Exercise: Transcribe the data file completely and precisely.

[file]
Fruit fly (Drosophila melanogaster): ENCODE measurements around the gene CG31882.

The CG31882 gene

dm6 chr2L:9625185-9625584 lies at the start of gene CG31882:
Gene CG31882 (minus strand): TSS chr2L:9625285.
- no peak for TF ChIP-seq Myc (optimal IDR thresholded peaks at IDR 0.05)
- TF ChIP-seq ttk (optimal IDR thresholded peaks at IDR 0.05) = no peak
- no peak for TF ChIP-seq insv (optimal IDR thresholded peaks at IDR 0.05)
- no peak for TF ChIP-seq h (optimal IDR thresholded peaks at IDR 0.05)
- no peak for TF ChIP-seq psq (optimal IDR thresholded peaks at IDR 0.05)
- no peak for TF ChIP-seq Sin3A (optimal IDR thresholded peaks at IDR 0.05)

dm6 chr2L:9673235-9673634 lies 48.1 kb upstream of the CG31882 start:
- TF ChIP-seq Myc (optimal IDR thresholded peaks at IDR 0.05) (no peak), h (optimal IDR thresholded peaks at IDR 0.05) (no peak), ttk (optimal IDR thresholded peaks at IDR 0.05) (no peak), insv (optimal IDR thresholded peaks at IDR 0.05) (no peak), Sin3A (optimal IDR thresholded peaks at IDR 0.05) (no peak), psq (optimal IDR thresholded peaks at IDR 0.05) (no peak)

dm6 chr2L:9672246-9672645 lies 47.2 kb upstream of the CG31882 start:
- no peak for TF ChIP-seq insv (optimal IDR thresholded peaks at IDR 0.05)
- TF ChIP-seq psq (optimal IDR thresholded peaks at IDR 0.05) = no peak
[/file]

Fruit fly (Drosophila melanogaster): ENCODE measurements around the gene CG31882.

The CG31882 gene

dm6 chr2L:9625185-9625584 lies at the start of gene CG31882:
Gene CG31882 (minus strand): TSS chr2L:9625285.
- no peak for TF ChIP-seq Myc (optimal IDR thresholded peaks at IDR 0.05)
- TF ChIP-seq ttk (optimal IDR thresholded peaks at IDR 0.05) = no peak
- no peak for TF ChIP-seq insv (optimal IDR thresholded peaks at IDR 0.05)
- no peak for TF ChIP-seq h (optimal IDR thresholded peaks at IDR 0.05)
- no peak for TF ChIP-seq psq (optimal IDR thresholded peaks at IDR 0.05)
- no peak for TF ChIP-seq Sin3A (optimal IDR thresholded peaks at IDR 0.05)

dm6 chr2L:9673235-9673634 lies 48.1 kb upstream of the CG31882 start:
- TF ChIP-seq Myc (optimal IDR thresholded peaks at IDR 0.05) (no peak), h (optimal IDR thresholded peaks at IDR 0.05) (no peak), ttk (optimal IDR thresholded peaks at IDR 0.05) (no peak), insv (optimal IDR thresholded peaks at IDR 0.05) (no peak), Sin3A (optimal IDR thresholded peaks at IDR 0.05) (no peak), psq (optimal IDR thresholded peaks at IDR 0.05) (no peak)

dm6 chr2L:9672246-9672645 lies 47.2 kb upstream of the CG31882 start:
- no peak for TF ChIP-seq insv (optimal IDR thresholded peaks at IDR 0.05)
- TF ChIP-seq psq (optimal IDR thresholded peaks at IDR 0.05) = no peak